He would scream and scream for hours and hours, day or night, in the car or in the house. As much comfort as we offered to him, he would have none of it. He didn’t know how to receive love. He wanted to put himself to sleep by digging into his scalp with his nails till he bled. I couldn’t let that happen so I would pick him up and rub his head gently with my finger nails to simulate the motion that soothed him to sleep without the blood and cuts. I would sing to him for hours and hours each night:
Jesus loves Zion this I know, for the Bible tells me so. Little one to HIM you belong, WE are weak but HE is strong. Yes, Jesus loves Zion. Yes, Jesus loves Zion. Yes, Jesus loves Zion. The Bible tells me so.
I didn’t sleep through the night for months and months, those dark night hours were filled with his resisting being held or comforted. He would try to choke me and push me away. This was very hard for me, I wanted to love him and he didn’t want my love. It was so sad to see. We cried for him and what made him this way and we cried for ourselves because we knew what it was going to cost us to walk him through this life. I remember one time, I think it was day 4, Zion was so unhappy and miserable. He just hated us and I was feeling completely overwhelmed by what was happening to our family. I sat on the couch and through tears I told my kids, “Zion doesn’t want Mommy to love him. He is angry with me and that makes me very sad so I’m going to need extra hugs from you sometimes to help me get through.” They agreed to give me extra hugs and we all hugged and cried for a long time that night. They knew that I needed their love so that I could continue to mother a child who never had a mother and didn’t know he needed one. We made the decision in the first few days and weeks that no matter what, Zion’s needs would come first. He would never be considered anything different then our son and their brother. So letting him go wasn’t an option. We were in it to the end, whatever he brought to us or against us we would have to learn to cope with. Our biological children had us and our attention completely devoted to them for years and now we would all need to pull together, push down our own needs, wants and desires to redeem a child. What does it look like to sacrifice your children so another can become your child? Well, it looks like the gospel: He who did not spare he own Son, but gave him up for us all… (Romans 8:32a). It looks like the amazingly loving, sacrificial gospel that ruined my life.
Another staggering issue for Zion and the care that he requires, is that he is a child with special needs. So not only has he suffered tremendous traumas, he is also significantly delayed. At first, it was the assumption that maybe he was autistic, then it was thought that perhaps he was just typically delayed like other children who spend their first formative months and years in an orphanage without the stimulation and care that comes from being part of a family. As of now, we just don’t know. He remains about 2 years delayed in the areas of speech and cognition. No one can figure out why yet. This is hard for me. I had very little experience with special needs before Zion; this is a lonely and depressing road for a parent to walk at times. We really had to hide for a long time. We couldn’t go out in public or get a babysitter for months. We couldn’t have people over to visit in fear of what Zion would do to them or their children. Very dark time. We were held hostage by his needs and behaviors. I responded to his special needs negatively at times and also compulsively, often out of fear of Zion “not catching up” or improving at a good rate. I worked with him till he and I were exhausted and drained and really not all that happy with each other. I would do this everyday. It became my life’s mission to help my little boy overcome all the things holding him back. How silly of me to try to do God’s job.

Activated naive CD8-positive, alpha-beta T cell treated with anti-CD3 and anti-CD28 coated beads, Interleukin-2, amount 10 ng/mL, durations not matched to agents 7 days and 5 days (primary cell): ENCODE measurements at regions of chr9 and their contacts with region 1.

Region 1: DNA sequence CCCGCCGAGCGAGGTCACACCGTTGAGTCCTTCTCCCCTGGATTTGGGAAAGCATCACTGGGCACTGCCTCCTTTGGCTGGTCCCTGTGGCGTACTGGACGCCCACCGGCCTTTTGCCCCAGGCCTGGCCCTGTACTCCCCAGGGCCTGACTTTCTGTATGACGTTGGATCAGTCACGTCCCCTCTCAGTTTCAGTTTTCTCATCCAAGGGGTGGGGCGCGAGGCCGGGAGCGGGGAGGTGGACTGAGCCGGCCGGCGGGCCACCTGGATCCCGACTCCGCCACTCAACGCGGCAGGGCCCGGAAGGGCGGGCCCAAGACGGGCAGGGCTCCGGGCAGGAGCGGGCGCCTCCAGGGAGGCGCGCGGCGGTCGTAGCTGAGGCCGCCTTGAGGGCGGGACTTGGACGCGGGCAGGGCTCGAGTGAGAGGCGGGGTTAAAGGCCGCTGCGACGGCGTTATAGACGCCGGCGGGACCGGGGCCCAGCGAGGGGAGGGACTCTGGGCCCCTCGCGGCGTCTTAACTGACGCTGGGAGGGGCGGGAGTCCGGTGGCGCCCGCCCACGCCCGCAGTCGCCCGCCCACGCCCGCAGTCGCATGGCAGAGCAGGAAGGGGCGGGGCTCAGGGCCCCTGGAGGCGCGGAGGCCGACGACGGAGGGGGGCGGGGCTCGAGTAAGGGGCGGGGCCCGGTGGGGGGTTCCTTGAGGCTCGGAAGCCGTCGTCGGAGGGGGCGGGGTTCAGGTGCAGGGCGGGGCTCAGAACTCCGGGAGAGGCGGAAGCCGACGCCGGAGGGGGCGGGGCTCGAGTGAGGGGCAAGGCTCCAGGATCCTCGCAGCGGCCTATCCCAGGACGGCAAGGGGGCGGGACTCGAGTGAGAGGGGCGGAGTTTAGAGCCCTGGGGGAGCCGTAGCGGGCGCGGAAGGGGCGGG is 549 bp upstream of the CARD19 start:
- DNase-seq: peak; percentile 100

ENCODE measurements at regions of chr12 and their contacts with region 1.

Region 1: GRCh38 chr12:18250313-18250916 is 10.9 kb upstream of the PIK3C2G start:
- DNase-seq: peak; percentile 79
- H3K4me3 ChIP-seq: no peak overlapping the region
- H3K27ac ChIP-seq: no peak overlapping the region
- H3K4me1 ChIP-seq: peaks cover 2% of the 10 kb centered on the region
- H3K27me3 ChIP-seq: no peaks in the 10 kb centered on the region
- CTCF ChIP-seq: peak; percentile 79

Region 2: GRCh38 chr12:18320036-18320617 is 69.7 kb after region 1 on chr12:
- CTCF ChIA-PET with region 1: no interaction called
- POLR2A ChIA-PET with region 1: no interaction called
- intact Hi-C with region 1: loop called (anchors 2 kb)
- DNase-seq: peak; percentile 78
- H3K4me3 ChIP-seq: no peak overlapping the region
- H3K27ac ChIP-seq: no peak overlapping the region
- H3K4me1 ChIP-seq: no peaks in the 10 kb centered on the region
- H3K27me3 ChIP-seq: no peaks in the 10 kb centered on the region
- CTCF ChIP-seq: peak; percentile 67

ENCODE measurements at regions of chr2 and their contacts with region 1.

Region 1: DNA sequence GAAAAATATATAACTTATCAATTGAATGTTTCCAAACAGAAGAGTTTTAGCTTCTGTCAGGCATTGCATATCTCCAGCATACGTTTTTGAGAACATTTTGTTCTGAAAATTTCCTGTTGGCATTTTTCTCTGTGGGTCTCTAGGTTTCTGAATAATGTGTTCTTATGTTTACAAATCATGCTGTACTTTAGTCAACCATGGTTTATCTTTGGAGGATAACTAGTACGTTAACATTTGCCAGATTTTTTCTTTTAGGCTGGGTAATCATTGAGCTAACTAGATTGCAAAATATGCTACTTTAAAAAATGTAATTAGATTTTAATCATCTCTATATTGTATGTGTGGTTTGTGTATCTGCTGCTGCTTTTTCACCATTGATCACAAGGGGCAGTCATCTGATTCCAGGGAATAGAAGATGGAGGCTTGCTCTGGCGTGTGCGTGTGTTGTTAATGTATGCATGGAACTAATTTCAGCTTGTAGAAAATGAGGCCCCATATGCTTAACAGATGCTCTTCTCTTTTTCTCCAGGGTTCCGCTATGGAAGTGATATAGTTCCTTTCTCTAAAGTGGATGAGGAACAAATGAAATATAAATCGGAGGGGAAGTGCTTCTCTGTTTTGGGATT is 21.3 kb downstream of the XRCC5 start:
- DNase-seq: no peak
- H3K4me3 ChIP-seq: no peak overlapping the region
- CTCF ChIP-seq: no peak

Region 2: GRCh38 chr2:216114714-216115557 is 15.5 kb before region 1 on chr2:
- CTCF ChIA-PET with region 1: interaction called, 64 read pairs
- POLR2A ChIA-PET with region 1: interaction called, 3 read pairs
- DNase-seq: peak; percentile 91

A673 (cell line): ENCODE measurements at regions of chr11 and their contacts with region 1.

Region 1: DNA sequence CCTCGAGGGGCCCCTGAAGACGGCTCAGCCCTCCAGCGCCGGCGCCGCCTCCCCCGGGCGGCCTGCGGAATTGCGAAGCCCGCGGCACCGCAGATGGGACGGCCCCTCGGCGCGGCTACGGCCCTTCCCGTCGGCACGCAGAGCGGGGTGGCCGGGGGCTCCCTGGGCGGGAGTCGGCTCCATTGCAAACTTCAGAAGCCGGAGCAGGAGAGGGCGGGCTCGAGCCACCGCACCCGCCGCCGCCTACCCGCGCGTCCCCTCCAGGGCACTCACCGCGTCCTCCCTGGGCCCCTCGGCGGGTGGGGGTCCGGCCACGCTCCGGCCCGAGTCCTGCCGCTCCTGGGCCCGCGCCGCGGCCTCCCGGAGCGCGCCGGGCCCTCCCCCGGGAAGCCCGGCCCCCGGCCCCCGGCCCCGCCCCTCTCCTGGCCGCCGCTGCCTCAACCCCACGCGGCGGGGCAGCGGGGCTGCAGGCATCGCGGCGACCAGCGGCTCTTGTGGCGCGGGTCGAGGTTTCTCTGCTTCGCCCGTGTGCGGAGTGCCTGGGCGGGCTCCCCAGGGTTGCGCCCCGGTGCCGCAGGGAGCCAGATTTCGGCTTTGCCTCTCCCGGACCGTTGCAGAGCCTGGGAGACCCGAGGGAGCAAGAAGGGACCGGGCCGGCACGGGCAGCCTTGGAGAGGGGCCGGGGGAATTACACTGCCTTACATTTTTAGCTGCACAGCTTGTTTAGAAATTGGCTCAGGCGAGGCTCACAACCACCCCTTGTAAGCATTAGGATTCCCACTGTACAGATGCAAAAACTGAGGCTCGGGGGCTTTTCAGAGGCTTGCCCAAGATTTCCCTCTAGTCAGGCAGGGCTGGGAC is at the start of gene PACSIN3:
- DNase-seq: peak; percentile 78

At the time it didn’t seem silly though. It seemed to me like the best way to love him well. I’ve learned a lot over these last 19 months about “just loving people” and to not try to “fix” them. I’m still on that journey, and honestly, will always struggle in that tension of how to love well by just letting Zion grow at his own rate, to be whatever God has created him to be. It’s just hard. I want so much for him. And as his mother I want to help him be a conqueror in every area of his life, but what the Lord has shown me the most in this time of being Zion’s mother is: Not my will, but your will, Lord.
Oh, there is so much in that little phrase: Not my will, but your will, Lord.
There is sanctification in that phrase. There is death in that phrase, but there is also life, and life in abundance. How could doing the Father’s will not bring us life to the full? Jesus said, “I have come so that they may have life and have it abundantly.”(John 10:10) Jesus can give us this promise because he lived it: a life in full submission and obedience. The obedience of: Not my will, but your will, Lord, will bring you an abundant life. It’s a promise! One that we have had to cling to on the darkest and most discouraging days. The promise that we will have trouble, and we will have trials in this world, but we are to take heart because Jesus has overcome this world! (John 16:33) For me, I think I got stuck in the mindset of: if something is hard or doesn’t fall into place easily, than God must not be in it. Where does this lie come from? I am convinced it comes from HELL. Yes! I said that. It comes from HELL.